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Massage perceptions and attitudes of undergraduate pre-professional health sciences students: a cross-sectional survey in one U.S. university

Abstract

Background

Attitudes and beliefs about massage therapy have been explored among health professionals and health profession students, but not for undergraduate preprofessional health sciences students.

Methods

This cross-sectional survey sought to determine pre-professional health students’ attitudes and perceptions toward massage therapy and determine the extent demographic variables such as age, gender, race, along with lifetime massage experience are associated with neutral/negative perceptions.

Results

N = 129 undergraduate students completed the Attitudes Toward Massage scale and 7 supplemental items pertaining to sexuality and therapist gender preference along with questions regarding lifetime massage utilization. Prevalence of massage therapy utilization was 35.6% (lifetime) and 18.6% (last 12-months). Overall, positive attitudes towards massage therapy was observed with participants reporting massage experience expressing more positive massage attitudes (lifetime; p = 0.0081, the past 12 months; p = 0.0311). Participants with no massage experience were more likely to report neutral/negative attitudes toward massage (p = 0.04). Men were more likely to prefer their massage therapist to be of the opposite sex (38.9%) compared to women (2.1%) (p = < 0.0001). Men were less confident than women in their concern of becoming sexually aroused during massage (p = 0.0001) and in the belief that massage is sexually arousing (p = 0.048). Both genders expressed comfort with female and/or male massage therapists, but if given a choice, both prefer a female massage therapist.

Conclusions

Undergraduate pre-professional health sciences students have generally positive attitudes towards massage therapy however more research is needed regarding implicit gender bias and/or preferences. This work should inform future research designs examining the impact of attitudes and beliefs on patient referrals to massage therapy.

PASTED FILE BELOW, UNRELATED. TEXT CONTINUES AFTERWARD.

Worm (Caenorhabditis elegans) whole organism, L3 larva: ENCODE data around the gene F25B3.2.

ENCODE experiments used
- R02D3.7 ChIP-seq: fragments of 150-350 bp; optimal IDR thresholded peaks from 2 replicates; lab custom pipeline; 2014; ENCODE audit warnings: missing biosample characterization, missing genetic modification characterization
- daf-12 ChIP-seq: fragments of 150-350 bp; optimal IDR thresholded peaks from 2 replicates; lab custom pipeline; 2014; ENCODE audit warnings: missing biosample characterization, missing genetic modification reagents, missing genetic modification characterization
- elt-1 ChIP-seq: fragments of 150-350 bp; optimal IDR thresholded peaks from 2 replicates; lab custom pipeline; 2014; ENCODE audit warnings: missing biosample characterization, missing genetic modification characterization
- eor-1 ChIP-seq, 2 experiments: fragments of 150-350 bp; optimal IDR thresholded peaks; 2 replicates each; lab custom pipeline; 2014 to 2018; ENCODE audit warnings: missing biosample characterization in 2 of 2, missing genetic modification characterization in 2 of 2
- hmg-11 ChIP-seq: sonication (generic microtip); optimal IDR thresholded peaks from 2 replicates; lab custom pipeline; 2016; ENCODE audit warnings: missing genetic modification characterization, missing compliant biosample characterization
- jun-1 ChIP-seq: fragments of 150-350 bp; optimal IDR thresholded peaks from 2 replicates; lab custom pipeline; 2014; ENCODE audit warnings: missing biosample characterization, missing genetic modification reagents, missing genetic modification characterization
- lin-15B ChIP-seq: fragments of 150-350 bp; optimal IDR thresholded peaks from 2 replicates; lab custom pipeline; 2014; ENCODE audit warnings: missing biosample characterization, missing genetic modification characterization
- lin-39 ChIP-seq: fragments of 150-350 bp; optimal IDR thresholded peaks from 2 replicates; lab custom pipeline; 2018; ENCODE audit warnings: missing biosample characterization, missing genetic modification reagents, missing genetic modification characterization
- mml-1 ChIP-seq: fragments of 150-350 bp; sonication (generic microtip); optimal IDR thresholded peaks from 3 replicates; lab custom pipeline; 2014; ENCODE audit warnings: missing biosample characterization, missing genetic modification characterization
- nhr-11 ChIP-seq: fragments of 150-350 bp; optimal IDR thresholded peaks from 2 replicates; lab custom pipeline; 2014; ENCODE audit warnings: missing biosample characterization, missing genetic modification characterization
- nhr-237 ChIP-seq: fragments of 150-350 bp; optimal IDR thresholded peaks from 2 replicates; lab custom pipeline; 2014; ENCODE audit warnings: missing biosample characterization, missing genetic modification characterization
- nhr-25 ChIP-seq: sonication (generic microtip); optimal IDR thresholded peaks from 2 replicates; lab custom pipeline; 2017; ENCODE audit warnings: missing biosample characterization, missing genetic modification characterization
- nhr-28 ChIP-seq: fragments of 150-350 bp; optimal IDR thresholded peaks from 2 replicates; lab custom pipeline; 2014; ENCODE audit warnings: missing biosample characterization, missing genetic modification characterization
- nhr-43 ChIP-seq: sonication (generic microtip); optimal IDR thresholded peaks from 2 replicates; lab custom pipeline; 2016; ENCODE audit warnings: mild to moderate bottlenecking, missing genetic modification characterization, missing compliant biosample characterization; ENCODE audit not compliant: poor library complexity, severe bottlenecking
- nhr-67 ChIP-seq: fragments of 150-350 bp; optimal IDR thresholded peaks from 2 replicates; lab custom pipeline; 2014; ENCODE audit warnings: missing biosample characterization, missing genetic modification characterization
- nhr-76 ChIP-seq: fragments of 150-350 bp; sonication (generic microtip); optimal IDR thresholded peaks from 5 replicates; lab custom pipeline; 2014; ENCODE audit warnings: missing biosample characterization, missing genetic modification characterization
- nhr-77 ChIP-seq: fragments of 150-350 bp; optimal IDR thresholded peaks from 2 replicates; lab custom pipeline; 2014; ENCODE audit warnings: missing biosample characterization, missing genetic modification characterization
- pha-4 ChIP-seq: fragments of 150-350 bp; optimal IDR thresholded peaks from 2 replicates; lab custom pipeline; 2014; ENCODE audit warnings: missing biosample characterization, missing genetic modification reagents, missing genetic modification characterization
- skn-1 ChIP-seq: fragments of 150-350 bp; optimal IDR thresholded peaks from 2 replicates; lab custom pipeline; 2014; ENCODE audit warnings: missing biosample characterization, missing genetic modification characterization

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Background

Complementary and alternative medicine (CAM) involves health related practices such as massage therapy, acupuncture, chiropractic therapy, meditation, and yoga that are not considered a part of conventional medical treatments [1, 2]. Although CAM is not conventional medicine, various practices are used broadly by patients [3, 4] and referrals to CAM from healthcare professionals has increased [5]. A newly published analysis of a broad and nationally represented survey indicates as many as 53% of U.S. office-based physicians made a least one patient referral to a CAM practice within the past year [6]. One of the most popular CAM practices is massage therapy [3, 7, 8]. A national survey found that 12.8% of U.S. adults utilized therapeutic massage in their lifetime and approximately 15.4 million (7%) of adults had used massage therapy for disease prevention, musculoskeletal pain, and wellness in the past 12 months [3].

Crawford and colleagues [8] describe massage therapy as involving “the systematic manipulation of soft tissue with the hands that positively affects and promotes healing, reduces stress, enhances muscle relaxation, improves local circulation, and creates a sense of well-being” (p. 1355). The most common reasons people seek massage therapy are musculoskeletal pain, disease prevention, and wellness [3]. Massage therapy has been found to alleviate pain, reduce the burden of chronic pain and pain medication use, improve anxiety and sleep, support emotional wellbeing, and contribute to stress relief [9,10,11,12]. Although massage therapy has been shown to have many positive benefits, its advantages are not widely understood or accepted by the medical community [13] and the benefits of massage therapy are not taught in-depth during conventional allopathic medical education [14,15,16,17]. Because knowledge about, experience with, and understanding of practices impacts care providers’ patient referrals, health professionals’ attitudes and beliefs about CAM generally and massage therapy specifically is important [18,19,20,21].

The current attitudes and perceptions of CAM including massage therapy among health professionals is not inherently negative [22, 23] and studies have found that health professionals are interested in learning more about the practices in part, to better prepare them for referrals in practice [1, 18]. Although the attitudes and perceptions of massage therapy have been studied among graduate health practitioner populations [2, 24], there is a gap of knowledge about massage therapy attitudes and perceptions among undergraduate pre-professional health students. Undergraduate health sciences students are the future professionals within their respective fields and identifying their attitudes and perceptions toward emerging complementary practices such as massage therapy will allow for the development of education interventions to increase knowledge about the practice and benefits of massage therapy.